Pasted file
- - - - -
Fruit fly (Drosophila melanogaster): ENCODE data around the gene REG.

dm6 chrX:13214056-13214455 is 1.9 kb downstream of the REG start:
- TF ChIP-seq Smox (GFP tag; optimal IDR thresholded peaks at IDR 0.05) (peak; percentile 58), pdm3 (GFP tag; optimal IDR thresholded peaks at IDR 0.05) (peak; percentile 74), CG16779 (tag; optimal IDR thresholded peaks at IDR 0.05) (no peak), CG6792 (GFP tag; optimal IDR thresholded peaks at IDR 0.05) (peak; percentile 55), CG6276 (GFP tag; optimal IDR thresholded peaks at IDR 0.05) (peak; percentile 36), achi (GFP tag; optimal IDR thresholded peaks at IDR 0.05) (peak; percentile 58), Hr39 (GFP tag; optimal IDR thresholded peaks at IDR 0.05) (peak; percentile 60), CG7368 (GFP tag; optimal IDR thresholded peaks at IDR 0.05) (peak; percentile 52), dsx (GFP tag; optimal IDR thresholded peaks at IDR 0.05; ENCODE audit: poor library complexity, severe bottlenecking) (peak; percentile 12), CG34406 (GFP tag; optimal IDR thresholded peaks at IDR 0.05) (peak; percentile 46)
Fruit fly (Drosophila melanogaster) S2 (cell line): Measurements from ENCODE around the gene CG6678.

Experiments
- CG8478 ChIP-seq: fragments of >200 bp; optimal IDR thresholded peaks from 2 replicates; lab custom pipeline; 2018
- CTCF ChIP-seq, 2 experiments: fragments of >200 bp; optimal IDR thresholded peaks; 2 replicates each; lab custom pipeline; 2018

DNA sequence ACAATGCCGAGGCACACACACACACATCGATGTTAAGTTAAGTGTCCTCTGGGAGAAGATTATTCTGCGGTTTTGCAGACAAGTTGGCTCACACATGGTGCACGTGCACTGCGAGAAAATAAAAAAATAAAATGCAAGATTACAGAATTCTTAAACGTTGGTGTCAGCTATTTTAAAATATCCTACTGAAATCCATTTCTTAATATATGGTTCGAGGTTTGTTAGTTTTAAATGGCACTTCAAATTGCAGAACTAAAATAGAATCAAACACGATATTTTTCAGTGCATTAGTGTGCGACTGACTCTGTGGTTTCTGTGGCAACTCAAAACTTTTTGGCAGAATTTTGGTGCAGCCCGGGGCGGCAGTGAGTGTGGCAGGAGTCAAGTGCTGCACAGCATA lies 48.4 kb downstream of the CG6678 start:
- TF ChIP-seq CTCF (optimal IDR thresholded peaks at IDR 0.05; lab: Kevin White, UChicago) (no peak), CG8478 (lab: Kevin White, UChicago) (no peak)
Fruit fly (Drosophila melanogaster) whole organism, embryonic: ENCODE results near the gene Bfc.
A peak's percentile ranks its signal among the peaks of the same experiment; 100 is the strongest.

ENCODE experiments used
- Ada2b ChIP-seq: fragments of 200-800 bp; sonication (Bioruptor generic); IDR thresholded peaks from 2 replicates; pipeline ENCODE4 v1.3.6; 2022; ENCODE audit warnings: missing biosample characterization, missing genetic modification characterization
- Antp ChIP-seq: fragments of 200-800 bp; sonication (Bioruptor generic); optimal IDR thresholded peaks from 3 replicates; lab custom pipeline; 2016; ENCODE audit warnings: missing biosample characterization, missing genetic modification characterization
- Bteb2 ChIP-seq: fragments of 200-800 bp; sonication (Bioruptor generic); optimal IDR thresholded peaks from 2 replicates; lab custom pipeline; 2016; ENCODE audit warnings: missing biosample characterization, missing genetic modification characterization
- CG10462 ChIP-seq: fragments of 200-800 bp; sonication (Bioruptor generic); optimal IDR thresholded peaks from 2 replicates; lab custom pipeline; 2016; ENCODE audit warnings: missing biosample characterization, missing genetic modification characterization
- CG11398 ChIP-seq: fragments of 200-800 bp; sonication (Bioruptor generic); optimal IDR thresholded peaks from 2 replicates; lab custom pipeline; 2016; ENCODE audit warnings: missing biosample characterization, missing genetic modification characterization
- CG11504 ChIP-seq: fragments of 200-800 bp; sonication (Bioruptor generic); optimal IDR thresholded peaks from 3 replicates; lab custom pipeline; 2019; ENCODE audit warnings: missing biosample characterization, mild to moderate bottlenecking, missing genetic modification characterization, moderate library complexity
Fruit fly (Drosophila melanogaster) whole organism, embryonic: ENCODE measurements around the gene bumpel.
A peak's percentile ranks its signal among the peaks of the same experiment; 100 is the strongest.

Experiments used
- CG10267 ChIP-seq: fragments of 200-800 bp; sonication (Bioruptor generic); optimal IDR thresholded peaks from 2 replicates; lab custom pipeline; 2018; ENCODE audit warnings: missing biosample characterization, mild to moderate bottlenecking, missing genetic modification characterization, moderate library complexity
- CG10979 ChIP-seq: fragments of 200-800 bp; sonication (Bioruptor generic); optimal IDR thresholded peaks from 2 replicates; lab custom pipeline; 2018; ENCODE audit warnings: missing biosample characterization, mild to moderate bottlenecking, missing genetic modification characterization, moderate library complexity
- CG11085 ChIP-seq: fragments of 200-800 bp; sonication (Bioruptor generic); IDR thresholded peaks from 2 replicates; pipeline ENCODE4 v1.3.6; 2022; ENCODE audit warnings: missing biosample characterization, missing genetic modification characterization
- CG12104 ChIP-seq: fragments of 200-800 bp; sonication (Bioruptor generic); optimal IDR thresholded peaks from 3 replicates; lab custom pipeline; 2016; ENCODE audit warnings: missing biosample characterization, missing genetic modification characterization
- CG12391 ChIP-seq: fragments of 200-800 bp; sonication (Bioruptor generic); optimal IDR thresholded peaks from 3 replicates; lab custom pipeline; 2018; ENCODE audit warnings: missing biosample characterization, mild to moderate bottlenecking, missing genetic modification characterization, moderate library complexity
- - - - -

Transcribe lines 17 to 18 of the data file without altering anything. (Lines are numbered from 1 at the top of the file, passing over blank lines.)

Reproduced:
- CG11398 ChIP-seq: fragments of 200-800 bp; sonication (Bioruptor generic); optimal IDR thresholded peaks from 2 replicates; lab custom pipeline; 2016; ENCODE audit warnings: missing biosample characterization, missing genetic modification characterization
- CG11504 ChIP-seq: fragments of 200-800 bp; sonication (Bioruptor generic); optimal IDR thresholded peaks from 3 replicates; lab custom pipeline; 2019; ENCODE audit warnings: missing biosample characterization, mild to moderate bottlenecking, missing genetic modification characterization, moderate library complexity